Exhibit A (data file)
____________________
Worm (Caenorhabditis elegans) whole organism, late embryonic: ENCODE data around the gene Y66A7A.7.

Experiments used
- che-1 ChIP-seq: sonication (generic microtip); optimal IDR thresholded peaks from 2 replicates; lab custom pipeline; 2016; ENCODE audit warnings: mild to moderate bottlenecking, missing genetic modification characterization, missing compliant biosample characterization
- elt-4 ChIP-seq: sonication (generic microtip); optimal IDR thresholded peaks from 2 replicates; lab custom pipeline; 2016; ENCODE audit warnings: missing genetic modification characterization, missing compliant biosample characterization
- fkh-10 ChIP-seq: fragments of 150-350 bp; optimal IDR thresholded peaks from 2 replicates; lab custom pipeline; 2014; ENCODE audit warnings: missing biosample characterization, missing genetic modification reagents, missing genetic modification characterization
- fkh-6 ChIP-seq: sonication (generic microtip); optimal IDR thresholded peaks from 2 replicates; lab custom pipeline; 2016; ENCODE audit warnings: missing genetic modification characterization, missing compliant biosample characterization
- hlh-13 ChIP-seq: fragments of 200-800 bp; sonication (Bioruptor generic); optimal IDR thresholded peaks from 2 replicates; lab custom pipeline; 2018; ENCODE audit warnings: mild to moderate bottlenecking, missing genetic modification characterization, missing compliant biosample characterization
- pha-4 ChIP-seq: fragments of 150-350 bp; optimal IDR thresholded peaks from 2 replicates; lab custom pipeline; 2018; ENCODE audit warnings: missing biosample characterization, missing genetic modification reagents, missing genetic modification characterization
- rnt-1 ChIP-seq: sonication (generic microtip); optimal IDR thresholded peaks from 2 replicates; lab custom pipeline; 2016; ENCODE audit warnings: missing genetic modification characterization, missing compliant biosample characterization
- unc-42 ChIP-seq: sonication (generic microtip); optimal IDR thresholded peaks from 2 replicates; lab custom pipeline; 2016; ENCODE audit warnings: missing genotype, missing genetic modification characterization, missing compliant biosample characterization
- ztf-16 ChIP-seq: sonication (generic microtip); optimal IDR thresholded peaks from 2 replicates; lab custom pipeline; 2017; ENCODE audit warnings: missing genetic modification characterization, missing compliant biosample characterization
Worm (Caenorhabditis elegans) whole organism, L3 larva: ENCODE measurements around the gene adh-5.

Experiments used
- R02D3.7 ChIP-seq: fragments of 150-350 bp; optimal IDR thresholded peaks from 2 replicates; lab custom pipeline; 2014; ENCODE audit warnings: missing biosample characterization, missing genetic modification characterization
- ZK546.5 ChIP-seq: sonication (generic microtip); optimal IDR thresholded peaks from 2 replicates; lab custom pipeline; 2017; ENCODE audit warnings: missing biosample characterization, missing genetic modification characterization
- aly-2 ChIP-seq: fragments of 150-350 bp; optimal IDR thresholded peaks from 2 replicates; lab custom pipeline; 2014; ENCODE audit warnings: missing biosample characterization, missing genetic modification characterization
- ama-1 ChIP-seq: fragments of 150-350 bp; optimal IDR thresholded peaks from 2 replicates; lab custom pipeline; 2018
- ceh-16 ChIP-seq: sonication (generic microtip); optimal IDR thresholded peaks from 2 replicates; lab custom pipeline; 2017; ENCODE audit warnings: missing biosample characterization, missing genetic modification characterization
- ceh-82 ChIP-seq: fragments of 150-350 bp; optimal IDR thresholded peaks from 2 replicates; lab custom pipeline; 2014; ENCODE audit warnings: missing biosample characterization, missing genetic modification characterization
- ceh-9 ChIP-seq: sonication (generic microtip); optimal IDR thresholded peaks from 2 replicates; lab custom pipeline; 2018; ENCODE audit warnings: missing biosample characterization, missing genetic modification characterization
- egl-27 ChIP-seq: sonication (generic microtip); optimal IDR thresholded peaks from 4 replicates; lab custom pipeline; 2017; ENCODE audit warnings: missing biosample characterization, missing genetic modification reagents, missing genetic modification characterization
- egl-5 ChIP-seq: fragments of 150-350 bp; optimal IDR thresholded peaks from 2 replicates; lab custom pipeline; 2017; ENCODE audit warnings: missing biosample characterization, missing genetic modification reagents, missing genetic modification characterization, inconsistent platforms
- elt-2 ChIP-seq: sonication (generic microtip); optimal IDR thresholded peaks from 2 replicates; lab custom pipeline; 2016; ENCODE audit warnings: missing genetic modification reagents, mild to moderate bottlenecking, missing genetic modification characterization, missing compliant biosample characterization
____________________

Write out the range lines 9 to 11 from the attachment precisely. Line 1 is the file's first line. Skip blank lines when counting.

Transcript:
- rnt-1 ChIP-seq: sonication (generic microtip); optimal IDR thresholded peaks from 2 replicates; lab custom pipeline; 2016; ENCODE audit warnings: missing genetic modification characterization, missing compliant biosample characterization
- unc-42 ChIP-seq: sonication (generic microtip); optimal IDR thresholded peaks from 2 replicates; lab custom pipeline; 2016; ENCODE audit warnings: missing genotype, missing genetic modification characterization, missing compliant biosample characterization
- ztf-16 ChIP-seq: sonication (generic microtip); optimal IDR thresholded peaks from 2 replicates; lab custom pipeline; 2017; ENCODE audit warnings: missing genetic modification characterization, missing compliant biosample characterization